Beyond Duty? The Case of VL

Beyond Duty? The Case of VL (A child) v Oxfordshire County Council

Many children taken into care will sadly have been the victims of severe physical and sexual abuse. A child in care who has been subject to such abuse will be eligible to make a claim in compensation to the Criminal Injuries Compensation Authority (CICA).

The issue of whether a local authority owes a duty of care to pursue financial and legal claims on behalf of children in care was recently explored in the case of VL (a child suing by her litigation friend, the Official Solicitor) v Oxfordshire County Council [2010] EWHC 2091 (QB), [2010] ALL ER (D) 44 (Aug)

The claimant was born in 1993. When she was 14 months old, she was seriously assaulted when she was violently shaken by her birth father. As a consequence, she suffered severe brain damage and developmental delay. A care order was made from August 1994 until March 2000 which led to Oxfordshire CC sharing parental responsibility with the child’s mother. No criminal prosecution was ever brought against VL’s father, but instead, with the approval of the court, VL’s father underwent extensive psychiatric treatment and was successfully rehabilitated into the family, where he still lives.

Whilst the local authority focused on rebuilding the family unit, they failed to make an application on behalf of the child to the Criminal Injuries Compensation Board (CICB) before 1 April, 1996. After that date the old Criminal Injuries Compensation Scheme, based on a common law damages assessment, was replaced by a tariff scheme operated by the CICA. The new scheme was less favourable to applicants with a maximum award of £500,000 for all claims. In stark contrast, a claim to the CICB would have been worth several million pounds. A CICA award of £500,000 was eventually made to the child in 2001.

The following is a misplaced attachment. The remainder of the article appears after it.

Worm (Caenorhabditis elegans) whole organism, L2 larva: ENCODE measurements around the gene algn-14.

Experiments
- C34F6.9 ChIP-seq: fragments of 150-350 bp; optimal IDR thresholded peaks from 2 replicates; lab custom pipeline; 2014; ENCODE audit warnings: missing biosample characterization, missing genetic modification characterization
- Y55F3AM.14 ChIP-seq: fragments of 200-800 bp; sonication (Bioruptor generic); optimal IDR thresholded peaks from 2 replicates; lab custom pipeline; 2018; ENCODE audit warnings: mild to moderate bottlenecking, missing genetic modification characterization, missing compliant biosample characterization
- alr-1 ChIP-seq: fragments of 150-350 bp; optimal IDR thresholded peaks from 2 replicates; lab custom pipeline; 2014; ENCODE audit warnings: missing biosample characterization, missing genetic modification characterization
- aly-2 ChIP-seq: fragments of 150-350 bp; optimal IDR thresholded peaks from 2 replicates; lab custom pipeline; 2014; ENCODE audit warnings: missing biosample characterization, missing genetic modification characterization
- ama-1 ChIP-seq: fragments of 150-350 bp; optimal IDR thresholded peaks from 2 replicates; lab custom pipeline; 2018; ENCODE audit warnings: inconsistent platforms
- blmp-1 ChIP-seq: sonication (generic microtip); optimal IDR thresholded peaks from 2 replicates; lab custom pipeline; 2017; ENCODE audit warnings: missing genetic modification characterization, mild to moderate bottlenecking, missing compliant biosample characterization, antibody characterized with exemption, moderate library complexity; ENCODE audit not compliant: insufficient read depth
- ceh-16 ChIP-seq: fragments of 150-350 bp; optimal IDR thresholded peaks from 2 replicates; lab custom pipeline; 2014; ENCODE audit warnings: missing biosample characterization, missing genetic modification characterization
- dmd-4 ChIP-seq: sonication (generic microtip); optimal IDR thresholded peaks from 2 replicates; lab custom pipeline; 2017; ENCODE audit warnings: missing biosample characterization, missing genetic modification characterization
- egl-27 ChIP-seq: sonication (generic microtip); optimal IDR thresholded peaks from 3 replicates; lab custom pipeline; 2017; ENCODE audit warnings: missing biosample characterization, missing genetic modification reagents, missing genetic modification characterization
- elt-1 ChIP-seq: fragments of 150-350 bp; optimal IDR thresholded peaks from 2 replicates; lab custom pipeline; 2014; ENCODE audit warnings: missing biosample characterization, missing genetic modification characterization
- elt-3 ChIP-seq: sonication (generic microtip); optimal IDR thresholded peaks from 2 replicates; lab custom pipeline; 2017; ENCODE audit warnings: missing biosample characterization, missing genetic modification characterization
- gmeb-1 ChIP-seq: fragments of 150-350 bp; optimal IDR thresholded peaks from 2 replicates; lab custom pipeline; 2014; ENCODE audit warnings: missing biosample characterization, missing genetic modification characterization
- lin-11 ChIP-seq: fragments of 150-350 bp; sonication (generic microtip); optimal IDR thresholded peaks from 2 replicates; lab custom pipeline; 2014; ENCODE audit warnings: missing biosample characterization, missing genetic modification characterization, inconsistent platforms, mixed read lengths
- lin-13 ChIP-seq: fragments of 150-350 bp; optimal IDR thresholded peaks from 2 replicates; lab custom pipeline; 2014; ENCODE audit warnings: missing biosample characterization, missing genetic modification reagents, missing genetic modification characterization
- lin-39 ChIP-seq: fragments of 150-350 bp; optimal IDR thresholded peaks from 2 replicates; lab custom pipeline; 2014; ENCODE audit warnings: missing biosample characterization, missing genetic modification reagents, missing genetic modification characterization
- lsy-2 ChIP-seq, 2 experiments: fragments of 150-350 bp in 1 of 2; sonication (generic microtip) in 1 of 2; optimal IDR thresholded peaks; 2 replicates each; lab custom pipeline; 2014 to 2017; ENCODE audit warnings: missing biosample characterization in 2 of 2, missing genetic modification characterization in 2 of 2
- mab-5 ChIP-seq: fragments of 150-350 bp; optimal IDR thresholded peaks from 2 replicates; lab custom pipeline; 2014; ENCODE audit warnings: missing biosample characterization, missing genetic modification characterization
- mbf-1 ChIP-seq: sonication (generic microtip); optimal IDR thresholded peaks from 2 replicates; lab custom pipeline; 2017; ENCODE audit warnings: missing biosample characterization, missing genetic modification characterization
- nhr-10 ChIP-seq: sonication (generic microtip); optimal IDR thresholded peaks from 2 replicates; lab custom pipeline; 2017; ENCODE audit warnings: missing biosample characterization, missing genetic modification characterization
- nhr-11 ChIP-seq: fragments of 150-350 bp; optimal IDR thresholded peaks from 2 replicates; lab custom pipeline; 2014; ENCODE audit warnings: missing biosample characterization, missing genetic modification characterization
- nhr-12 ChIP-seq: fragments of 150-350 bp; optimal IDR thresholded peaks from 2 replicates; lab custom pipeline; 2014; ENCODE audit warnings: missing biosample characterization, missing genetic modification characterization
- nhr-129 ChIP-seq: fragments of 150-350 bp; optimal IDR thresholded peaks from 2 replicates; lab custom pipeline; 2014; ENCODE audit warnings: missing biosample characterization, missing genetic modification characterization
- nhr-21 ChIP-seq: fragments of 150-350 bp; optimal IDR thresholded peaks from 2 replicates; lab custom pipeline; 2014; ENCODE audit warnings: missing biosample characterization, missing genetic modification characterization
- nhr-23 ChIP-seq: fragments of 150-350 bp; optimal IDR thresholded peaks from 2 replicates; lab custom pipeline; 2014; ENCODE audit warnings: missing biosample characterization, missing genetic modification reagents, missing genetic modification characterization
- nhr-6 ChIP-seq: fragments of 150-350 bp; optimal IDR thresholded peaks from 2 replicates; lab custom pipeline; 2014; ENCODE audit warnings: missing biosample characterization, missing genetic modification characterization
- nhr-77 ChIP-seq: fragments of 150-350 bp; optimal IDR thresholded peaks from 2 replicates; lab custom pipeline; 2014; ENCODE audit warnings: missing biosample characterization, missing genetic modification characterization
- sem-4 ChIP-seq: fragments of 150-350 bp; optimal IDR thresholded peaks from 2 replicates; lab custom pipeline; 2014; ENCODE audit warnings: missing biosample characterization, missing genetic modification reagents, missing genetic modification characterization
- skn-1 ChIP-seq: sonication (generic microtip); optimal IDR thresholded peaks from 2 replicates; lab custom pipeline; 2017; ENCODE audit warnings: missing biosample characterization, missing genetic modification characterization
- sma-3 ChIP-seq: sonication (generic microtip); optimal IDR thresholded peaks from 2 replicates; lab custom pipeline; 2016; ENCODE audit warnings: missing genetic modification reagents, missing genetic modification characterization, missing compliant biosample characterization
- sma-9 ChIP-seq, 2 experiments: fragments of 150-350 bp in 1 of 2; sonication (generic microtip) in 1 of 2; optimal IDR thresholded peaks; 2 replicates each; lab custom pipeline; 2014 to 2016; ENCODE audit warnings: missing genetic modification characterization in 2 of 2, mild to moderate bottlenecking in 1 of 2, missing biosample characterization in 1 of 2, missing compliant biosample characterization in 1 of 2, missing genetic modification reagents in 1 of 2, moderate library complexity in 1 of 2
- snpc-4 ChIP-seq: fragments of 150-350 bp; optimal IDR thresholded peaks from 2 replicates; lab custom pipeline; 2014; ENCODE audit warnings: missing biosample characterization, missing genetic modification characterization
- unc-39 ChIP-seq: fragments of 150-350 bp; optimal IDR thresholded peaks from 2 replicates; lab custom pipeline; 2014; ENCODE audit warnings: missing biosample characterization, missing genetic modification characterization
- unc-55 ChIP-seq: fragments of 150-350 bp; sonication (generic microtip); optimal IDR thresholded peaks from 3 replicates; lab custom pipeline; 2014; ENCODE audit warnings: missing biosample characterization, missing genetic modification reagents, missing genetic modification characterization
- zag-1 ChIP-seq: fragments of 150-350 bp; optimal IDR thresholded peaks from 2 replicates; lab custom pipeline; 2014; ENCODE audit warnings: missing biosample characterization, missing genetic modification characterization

It was VL’s case that Oxford CC owed her a duty of care to lodge the application by 1 April 1996. Their failure to do so resulted in significant financial losses and it was alleged that it constituted a failure to act according to the professional standards to be expected of a reasonably competent social work legal department.

In giving judgment McKay J had no doubt that the local authority had the power to make a claim to the CICB, even if the claimant’s mother objected. He went on to say that this did not mean that it was under a duty to maximise the economic position of the claimant, particularly where the parent retained a share of parental rights.

McKay J found that the local authority’s primary focus had to be on the physical safety and welfare of the claimant and it was only right that the rehabilitation of the family took precedence over any CICB application. He held that it would not be fair, just and reasonable to impose a duty of care so as to promote the claimant’s financial security over the unity of the family. The claim was dismissed.


This wasn’t a straightforward case and several specific factors were considered by the Judge:

 

  • It involved a mother who retained parental responsibility
  • A CICB claim made before 1 April 1996 may have impeded the rehabilitation of the family as there was a risk of the mother confirming the allegations against the father.
  • The mother had been advised by her own solicitors to lodge the CICB form before April 1996 and had been warned that the new scheme was less generous.
The case is not therefore absolute authority that there can never be a duty of care on local authorities to pursue financial claims on behalf of children in the care system.

 

Recognising whether a child has a potential criminal injuries claim should be clear where you have a child who has been the victim of physical and/or sexual abuse. Children currently in, and about to leave the care system are extremely vulnerable and even a modest award of compensation could help make an enormous difference to their lives.

Sarah Griggs – Associate Solicitor, London